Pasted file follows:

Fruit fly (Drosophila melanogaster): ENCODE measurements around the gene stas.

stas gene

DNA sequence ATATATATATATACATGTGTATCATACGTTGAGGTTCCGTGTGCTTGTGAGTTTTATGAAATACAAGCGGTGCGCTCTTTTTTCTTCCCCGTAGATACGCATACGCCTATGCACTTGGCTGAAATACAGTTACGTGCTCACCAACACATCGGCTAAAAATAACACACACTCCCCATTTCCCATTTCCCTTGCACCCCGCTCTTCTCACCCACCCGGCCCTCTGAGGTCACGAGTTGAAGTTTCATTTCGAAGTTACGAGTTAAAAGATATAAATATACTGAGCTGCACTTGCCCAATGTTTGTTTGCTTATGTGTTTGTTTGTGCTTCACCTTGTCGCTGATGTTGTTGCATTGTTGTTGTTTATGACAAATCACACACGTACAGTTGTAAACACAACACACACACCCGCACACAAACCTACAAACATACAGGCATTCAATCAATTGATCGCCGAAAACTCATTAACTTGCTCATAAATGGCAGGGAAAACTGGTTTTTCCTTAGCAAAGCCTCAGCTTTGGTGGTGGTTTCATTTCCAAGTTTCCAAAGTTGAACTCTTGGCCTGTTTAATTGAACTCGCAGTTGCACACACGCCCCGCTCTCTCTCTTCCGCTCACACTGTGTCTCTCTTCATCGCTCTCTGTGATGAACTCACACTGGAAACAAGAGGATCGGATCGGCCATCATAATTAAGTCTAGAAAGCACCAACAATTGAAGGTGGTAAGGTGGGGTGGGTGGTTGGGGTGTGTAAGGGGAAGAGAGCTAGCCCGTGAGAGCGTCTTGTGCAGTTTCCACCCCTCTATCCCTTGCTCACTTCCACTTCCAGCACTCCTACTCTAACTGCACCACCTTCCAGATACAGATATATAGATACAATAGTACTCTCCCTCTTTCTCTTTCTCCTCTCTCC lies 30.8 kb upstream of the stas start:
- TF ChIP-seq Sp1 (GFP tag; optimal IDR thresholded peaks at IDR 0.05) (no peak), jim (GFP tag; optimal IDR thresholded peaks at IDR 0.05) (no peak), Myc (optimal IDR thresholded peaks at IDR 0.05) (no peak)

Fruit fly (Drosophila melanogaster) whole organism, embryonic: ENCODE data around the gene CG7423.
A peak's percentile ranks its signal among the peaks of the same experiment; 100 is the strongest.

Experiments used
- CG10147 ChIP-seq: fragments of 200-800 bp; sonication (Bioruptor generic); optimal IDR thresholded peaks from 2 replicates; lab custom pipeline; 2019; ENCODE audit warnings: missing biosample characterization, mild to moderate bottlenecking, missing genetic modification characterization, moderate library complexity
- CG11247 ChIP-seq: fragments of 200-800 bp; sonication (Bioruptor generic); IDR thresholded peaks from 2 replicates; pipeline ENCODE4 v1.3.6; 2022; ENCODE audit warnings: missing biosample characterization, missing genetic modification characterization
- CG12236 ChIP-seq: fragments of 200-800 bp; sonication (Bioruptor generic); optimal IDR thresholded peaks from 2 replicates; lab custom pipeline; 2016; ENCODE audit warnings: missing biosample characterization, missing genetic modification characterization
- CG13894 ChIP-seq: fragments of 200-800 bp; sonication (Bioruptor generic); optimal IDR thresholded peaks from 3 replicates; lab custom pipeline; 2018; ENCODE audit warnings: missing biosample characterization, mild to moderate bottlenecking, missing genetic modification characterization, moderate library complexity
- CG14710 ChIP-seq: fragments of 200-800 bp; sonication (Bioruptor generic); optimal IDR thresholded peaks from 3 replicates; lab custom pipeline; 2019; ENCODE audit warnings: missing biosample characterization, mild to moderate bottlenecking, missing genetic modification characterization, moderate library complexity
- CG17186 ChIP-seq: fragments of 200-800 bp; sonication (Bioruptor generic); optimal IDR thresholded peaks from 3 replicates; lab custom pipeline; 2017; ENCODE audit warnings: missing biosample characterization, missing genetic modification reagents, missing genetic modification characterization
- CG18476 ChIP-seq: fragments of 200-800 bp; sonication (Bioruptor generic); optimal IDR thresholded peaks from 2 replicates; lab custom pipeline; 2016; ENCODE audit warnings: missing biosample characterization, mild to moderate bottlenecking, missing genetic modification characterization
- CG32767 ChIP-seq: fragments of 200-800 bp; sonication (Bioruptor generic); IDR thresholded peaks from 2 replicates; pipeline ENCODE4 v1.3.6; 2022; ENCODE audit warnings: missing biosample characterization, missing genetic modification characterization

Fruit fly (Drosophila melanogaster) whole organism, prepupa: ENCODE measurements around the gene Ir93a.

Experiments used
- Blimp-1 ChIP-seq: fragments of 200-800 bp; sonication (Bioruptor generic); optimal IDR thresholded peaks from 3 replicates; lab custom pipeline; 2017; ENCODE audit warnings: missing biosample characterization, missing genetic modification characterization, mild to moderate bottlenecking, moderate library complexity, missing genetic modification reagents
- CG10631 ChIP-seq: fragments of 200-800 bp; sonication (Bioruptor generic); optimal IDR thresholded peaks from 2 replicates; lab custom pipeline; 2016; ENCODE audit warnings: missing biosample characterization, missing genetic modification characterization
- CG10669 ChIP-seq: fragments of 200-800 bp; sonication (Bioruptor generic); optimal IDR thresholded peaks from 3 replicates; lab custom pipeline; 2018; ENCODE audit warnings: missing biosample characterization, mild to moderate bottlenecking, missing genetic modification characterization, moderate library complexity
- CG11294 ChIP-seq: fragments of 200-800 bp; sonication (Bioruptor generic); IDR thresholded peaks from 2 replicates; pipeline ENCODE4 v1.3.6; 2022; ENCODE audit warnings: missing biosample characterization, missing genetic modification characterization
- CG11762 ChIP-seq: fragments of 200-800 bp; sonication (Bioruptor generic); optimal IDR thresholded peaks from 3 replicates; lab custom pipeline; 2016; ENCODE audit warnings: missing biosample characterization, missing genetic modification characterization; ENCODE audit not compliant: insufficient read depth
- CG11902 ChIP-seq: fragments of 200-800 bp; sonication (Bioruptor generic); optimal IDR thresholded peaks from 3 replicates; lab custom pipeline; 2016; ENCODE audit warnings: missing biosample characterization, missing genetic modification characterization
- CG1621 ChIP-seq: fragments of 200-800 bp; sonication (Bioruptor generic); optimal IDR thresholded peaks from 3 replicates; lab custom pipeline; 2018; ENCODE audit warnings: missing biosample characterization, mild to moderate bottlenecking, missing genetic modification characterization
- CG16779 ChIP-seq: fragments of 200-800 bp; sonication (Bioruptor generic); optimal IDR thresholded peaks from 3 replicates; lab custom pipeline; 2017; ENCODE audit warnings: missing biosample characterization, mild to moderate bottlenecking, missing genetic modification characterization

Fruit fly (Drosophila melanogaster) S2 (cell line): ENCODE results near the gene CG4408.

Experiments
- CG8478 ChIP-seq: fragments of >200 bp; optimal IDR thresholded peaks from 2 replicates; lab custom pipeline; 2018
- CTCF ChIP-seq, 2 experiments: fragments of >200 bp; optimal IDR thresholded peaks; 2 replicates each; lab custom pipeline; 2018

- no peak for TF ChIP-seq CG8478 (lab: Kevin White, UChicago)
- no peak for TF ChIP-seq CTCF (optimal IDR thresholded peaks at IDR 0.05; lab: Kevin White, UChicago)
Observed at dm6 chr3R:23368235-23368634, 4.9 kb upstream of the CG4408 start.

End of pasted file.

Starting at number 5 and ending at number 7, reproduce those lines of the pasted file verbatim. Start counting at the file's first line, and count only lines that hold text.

Fruit fly (Drosophila melanogaster) whole organism, embryonic: ENCODE data around the gene CG7423.
A peak's percentile ranks its signal among the peaks of the same experiment; 100 is the strongest.

Experiments used